Welcome to the third post in my Author Spotlight series! Every month, I showcase an indie author and interview them to find out more about their writing life.
This month, the author in the spotlight is Jacquelynn Lyon! Jacquelynn and I work together at Dot and Dash LLC, and I have also edited her short story collection The Soft Landing Collection. Jacquelynn is one of my favorite fantasy and sci-fi authors; her writing is beautiful, her characters are endearing, and her stories make me cry (in a good way).
Bio: Jacquelynn Lyon is an emerging author in fiction and poetry. She was born in Boulder CO and spent several years as an undomesticated child in the Rocky Mountains. She writes fantasy, science fiction, gay romance, and about anything that fills her with wonder. When not writing she spends her time jogging, reading, and watching her cat do a delightful number of cat-things.
Q: What made you want to be a writer?
A: My favorite answer to this question is “spite.” I had a pretty bad case of dyslexia as a child and a second-grade teacher who regarded me as God’s smallest idiot since I was practically illiterate at that age. There is no greater motivation in the world to do something than when someone has decided you can’t.
However, to say I only became interested in writing after I finally learned how to do it would be a lie. When I was around seven, I asked my mom to buy me a tape recorder. Trying to figure out “b’s” and “d’s” still brought me to tears, but my favorite thing in the world was listening to bedtime stories and making up my own. So, I bought a tape recorder to capture that very first story I wanted to tell (it was about a princess who could raise the dead by screaming, and also a dragon).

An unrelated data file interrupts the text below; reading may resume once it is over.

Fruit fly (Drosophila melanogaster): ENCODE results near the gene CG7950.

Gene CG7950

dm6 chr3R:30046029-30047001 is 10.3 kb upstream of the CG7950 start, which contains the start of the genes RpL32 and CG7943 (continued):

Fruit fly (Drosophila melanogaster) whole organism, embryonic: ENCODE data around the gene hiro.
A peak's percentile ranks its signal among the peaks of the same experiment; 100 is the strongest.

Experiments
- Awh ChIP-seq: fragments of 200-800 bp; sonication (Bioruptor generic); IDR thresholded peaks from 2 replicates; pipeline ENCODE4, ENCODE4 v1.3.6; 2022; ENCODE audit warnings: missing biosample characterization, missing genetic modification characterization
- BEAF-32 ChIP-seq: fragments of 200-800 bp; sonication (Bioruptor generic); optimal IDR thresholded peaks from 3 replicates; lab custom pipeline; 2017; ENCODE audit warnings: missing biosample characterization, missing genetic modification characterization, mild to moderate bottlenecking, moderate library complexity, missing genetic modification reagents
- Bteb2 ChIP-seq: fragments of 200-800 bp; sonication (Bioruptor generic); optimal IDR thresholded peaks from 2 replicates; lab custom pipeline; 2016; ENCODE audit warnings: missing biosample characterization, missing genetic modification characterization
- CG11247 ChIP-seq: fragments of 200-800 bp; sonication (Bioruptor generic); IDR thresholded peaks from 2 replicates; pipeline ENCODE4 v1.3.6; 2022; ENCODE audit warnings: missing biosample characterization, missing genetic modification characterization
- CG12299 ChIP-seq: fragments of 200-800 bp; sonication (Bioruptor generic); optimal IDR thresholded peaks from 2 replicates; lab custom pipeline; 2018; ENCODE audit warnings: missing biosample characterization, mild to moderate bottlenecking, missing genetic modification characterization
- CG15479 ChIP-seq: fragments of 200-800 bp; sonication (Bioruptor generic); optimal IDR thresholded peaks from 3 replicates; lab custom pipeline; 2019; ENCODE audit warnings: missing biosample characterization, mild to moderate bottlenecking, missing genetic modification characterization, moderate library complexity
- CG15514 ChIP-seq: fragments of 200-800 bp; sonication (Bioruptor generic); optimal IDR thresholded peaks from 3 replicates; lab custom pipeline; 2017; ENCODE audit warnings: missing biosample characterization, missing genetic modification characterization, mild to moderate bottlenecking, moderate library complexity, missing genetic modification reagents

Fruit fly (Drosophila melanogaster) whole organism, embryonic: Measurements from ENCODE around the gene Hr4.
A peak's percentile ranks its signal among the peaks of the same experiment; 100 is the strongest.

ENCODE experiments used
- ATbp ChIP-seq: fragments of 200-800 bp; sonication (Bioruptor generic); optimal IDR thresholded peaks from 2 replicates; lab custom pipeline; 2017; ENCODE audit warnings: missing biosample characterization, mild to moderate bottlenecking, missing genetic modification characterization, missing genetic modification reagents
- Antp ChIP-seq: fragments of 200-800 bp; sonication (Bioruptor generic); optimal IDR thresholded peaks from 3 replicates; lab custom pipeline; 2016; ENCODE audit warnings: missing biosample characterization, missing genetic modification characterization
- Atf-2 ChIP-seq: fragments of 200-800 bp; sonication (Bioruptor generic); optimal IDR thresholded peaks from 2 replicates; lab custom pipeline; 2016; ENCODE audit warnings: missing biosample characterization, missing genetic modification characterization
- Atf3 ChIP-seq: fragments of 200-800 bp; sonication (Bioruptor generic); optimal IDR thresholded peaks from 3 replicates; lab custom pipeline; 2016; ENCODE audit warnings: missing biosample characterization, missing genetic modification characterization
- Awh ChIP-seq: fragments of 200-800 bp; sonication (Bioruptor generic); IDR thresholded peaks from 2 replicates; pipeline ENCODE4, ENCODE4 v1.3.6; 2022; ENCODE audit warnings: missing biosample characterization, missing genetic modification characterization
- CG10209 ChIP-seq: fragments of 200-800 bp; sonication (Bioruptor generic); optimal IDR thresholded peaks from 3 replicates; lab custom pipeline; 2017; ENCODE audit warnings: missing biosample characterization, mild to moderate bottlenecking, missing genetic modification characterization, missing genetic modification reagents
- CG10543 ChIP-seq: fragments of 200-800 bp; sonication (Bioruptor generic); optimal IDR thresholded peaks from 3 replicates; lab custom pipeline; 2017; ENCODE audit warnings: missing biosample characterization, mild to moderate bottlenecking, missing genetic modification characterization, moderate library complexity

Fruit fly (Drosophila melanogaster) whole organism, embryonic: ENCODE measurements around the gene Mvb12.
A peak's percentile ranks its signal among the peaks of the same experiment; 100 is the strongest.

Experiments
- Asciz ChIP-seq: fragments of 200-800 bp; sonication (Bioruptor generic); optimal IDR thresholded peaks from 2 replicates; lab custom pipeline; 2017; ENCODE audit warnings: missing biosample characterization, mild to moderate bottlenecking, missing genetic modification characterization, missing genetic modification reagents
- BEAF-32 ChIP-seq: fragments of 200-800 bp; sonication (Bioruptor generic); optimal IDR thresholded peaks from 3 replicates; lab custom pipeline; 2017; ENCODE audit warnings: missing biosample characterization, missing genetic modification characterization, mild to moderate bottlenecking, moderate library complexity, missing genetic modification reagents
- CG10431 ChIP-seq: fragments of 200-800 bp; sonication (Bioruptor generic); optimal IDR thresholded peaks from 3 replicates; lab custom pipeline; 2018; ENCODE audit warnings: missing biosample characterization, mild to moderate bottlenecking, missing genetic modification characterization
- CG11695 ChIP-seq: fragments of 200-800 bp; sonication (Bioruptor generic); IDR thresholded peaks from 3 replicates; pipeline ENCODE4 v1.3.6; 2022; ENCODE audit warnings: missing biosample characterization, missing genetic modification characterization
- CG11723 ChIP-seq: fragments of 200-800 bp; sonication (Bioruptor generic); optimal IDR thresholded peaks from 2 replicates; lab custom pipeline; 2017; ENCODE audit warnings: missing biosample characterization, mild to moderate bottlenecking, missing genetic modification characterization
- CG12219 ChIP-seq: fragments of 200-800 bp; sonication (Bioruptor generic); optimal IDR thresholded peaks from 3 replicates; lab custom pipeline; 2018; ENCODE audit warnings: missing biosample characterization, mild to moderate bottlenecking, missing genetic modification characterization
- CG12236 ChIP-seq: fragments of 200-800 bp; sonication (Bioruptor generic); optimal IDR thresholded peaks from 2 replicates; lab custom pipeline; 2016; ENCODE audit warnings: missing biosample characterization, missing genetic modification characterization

Q: How do you choose your characters’ names?
A: The way you might name a beloved Sim in the Sims games. I either go to baby names dot com and search up name meanings for two hours or I hit “randomize” and their name is “Smek” for the rest of the story.
You can see this in my published short story collection actually. I have a mermaid named “Paria” which is a real-world inland sea and also sounds like the word “pariah.” Both of these things represent how she is trapped in a zoo, like a sea might be trapped inland, and how she is lonely and otherized in this world.
On the other hand, I also have a princess called “Tuck” in a different story. I wanted there to be a significant difference between her given name and the name she actually goes by in order to represent her disconnect from her royal identity. As in, her nickname would be strange and tomboyish, and her given name would be classical and formal. However, the nickname “Tuck” was a placeholder up until I couldn’t imagine calling her anything else. In short, long live Princess Smek.
Q: Have any of your characters surprised you? If so, how?
A: They all do in one way or another! I’m a pantser by nature (i.e., you write by the seat of your pants) so a lot of writing for me is sitting down, entering a fugue state, and coming back out with a bunch of words on the page. Being surprised at what came out is half the fun!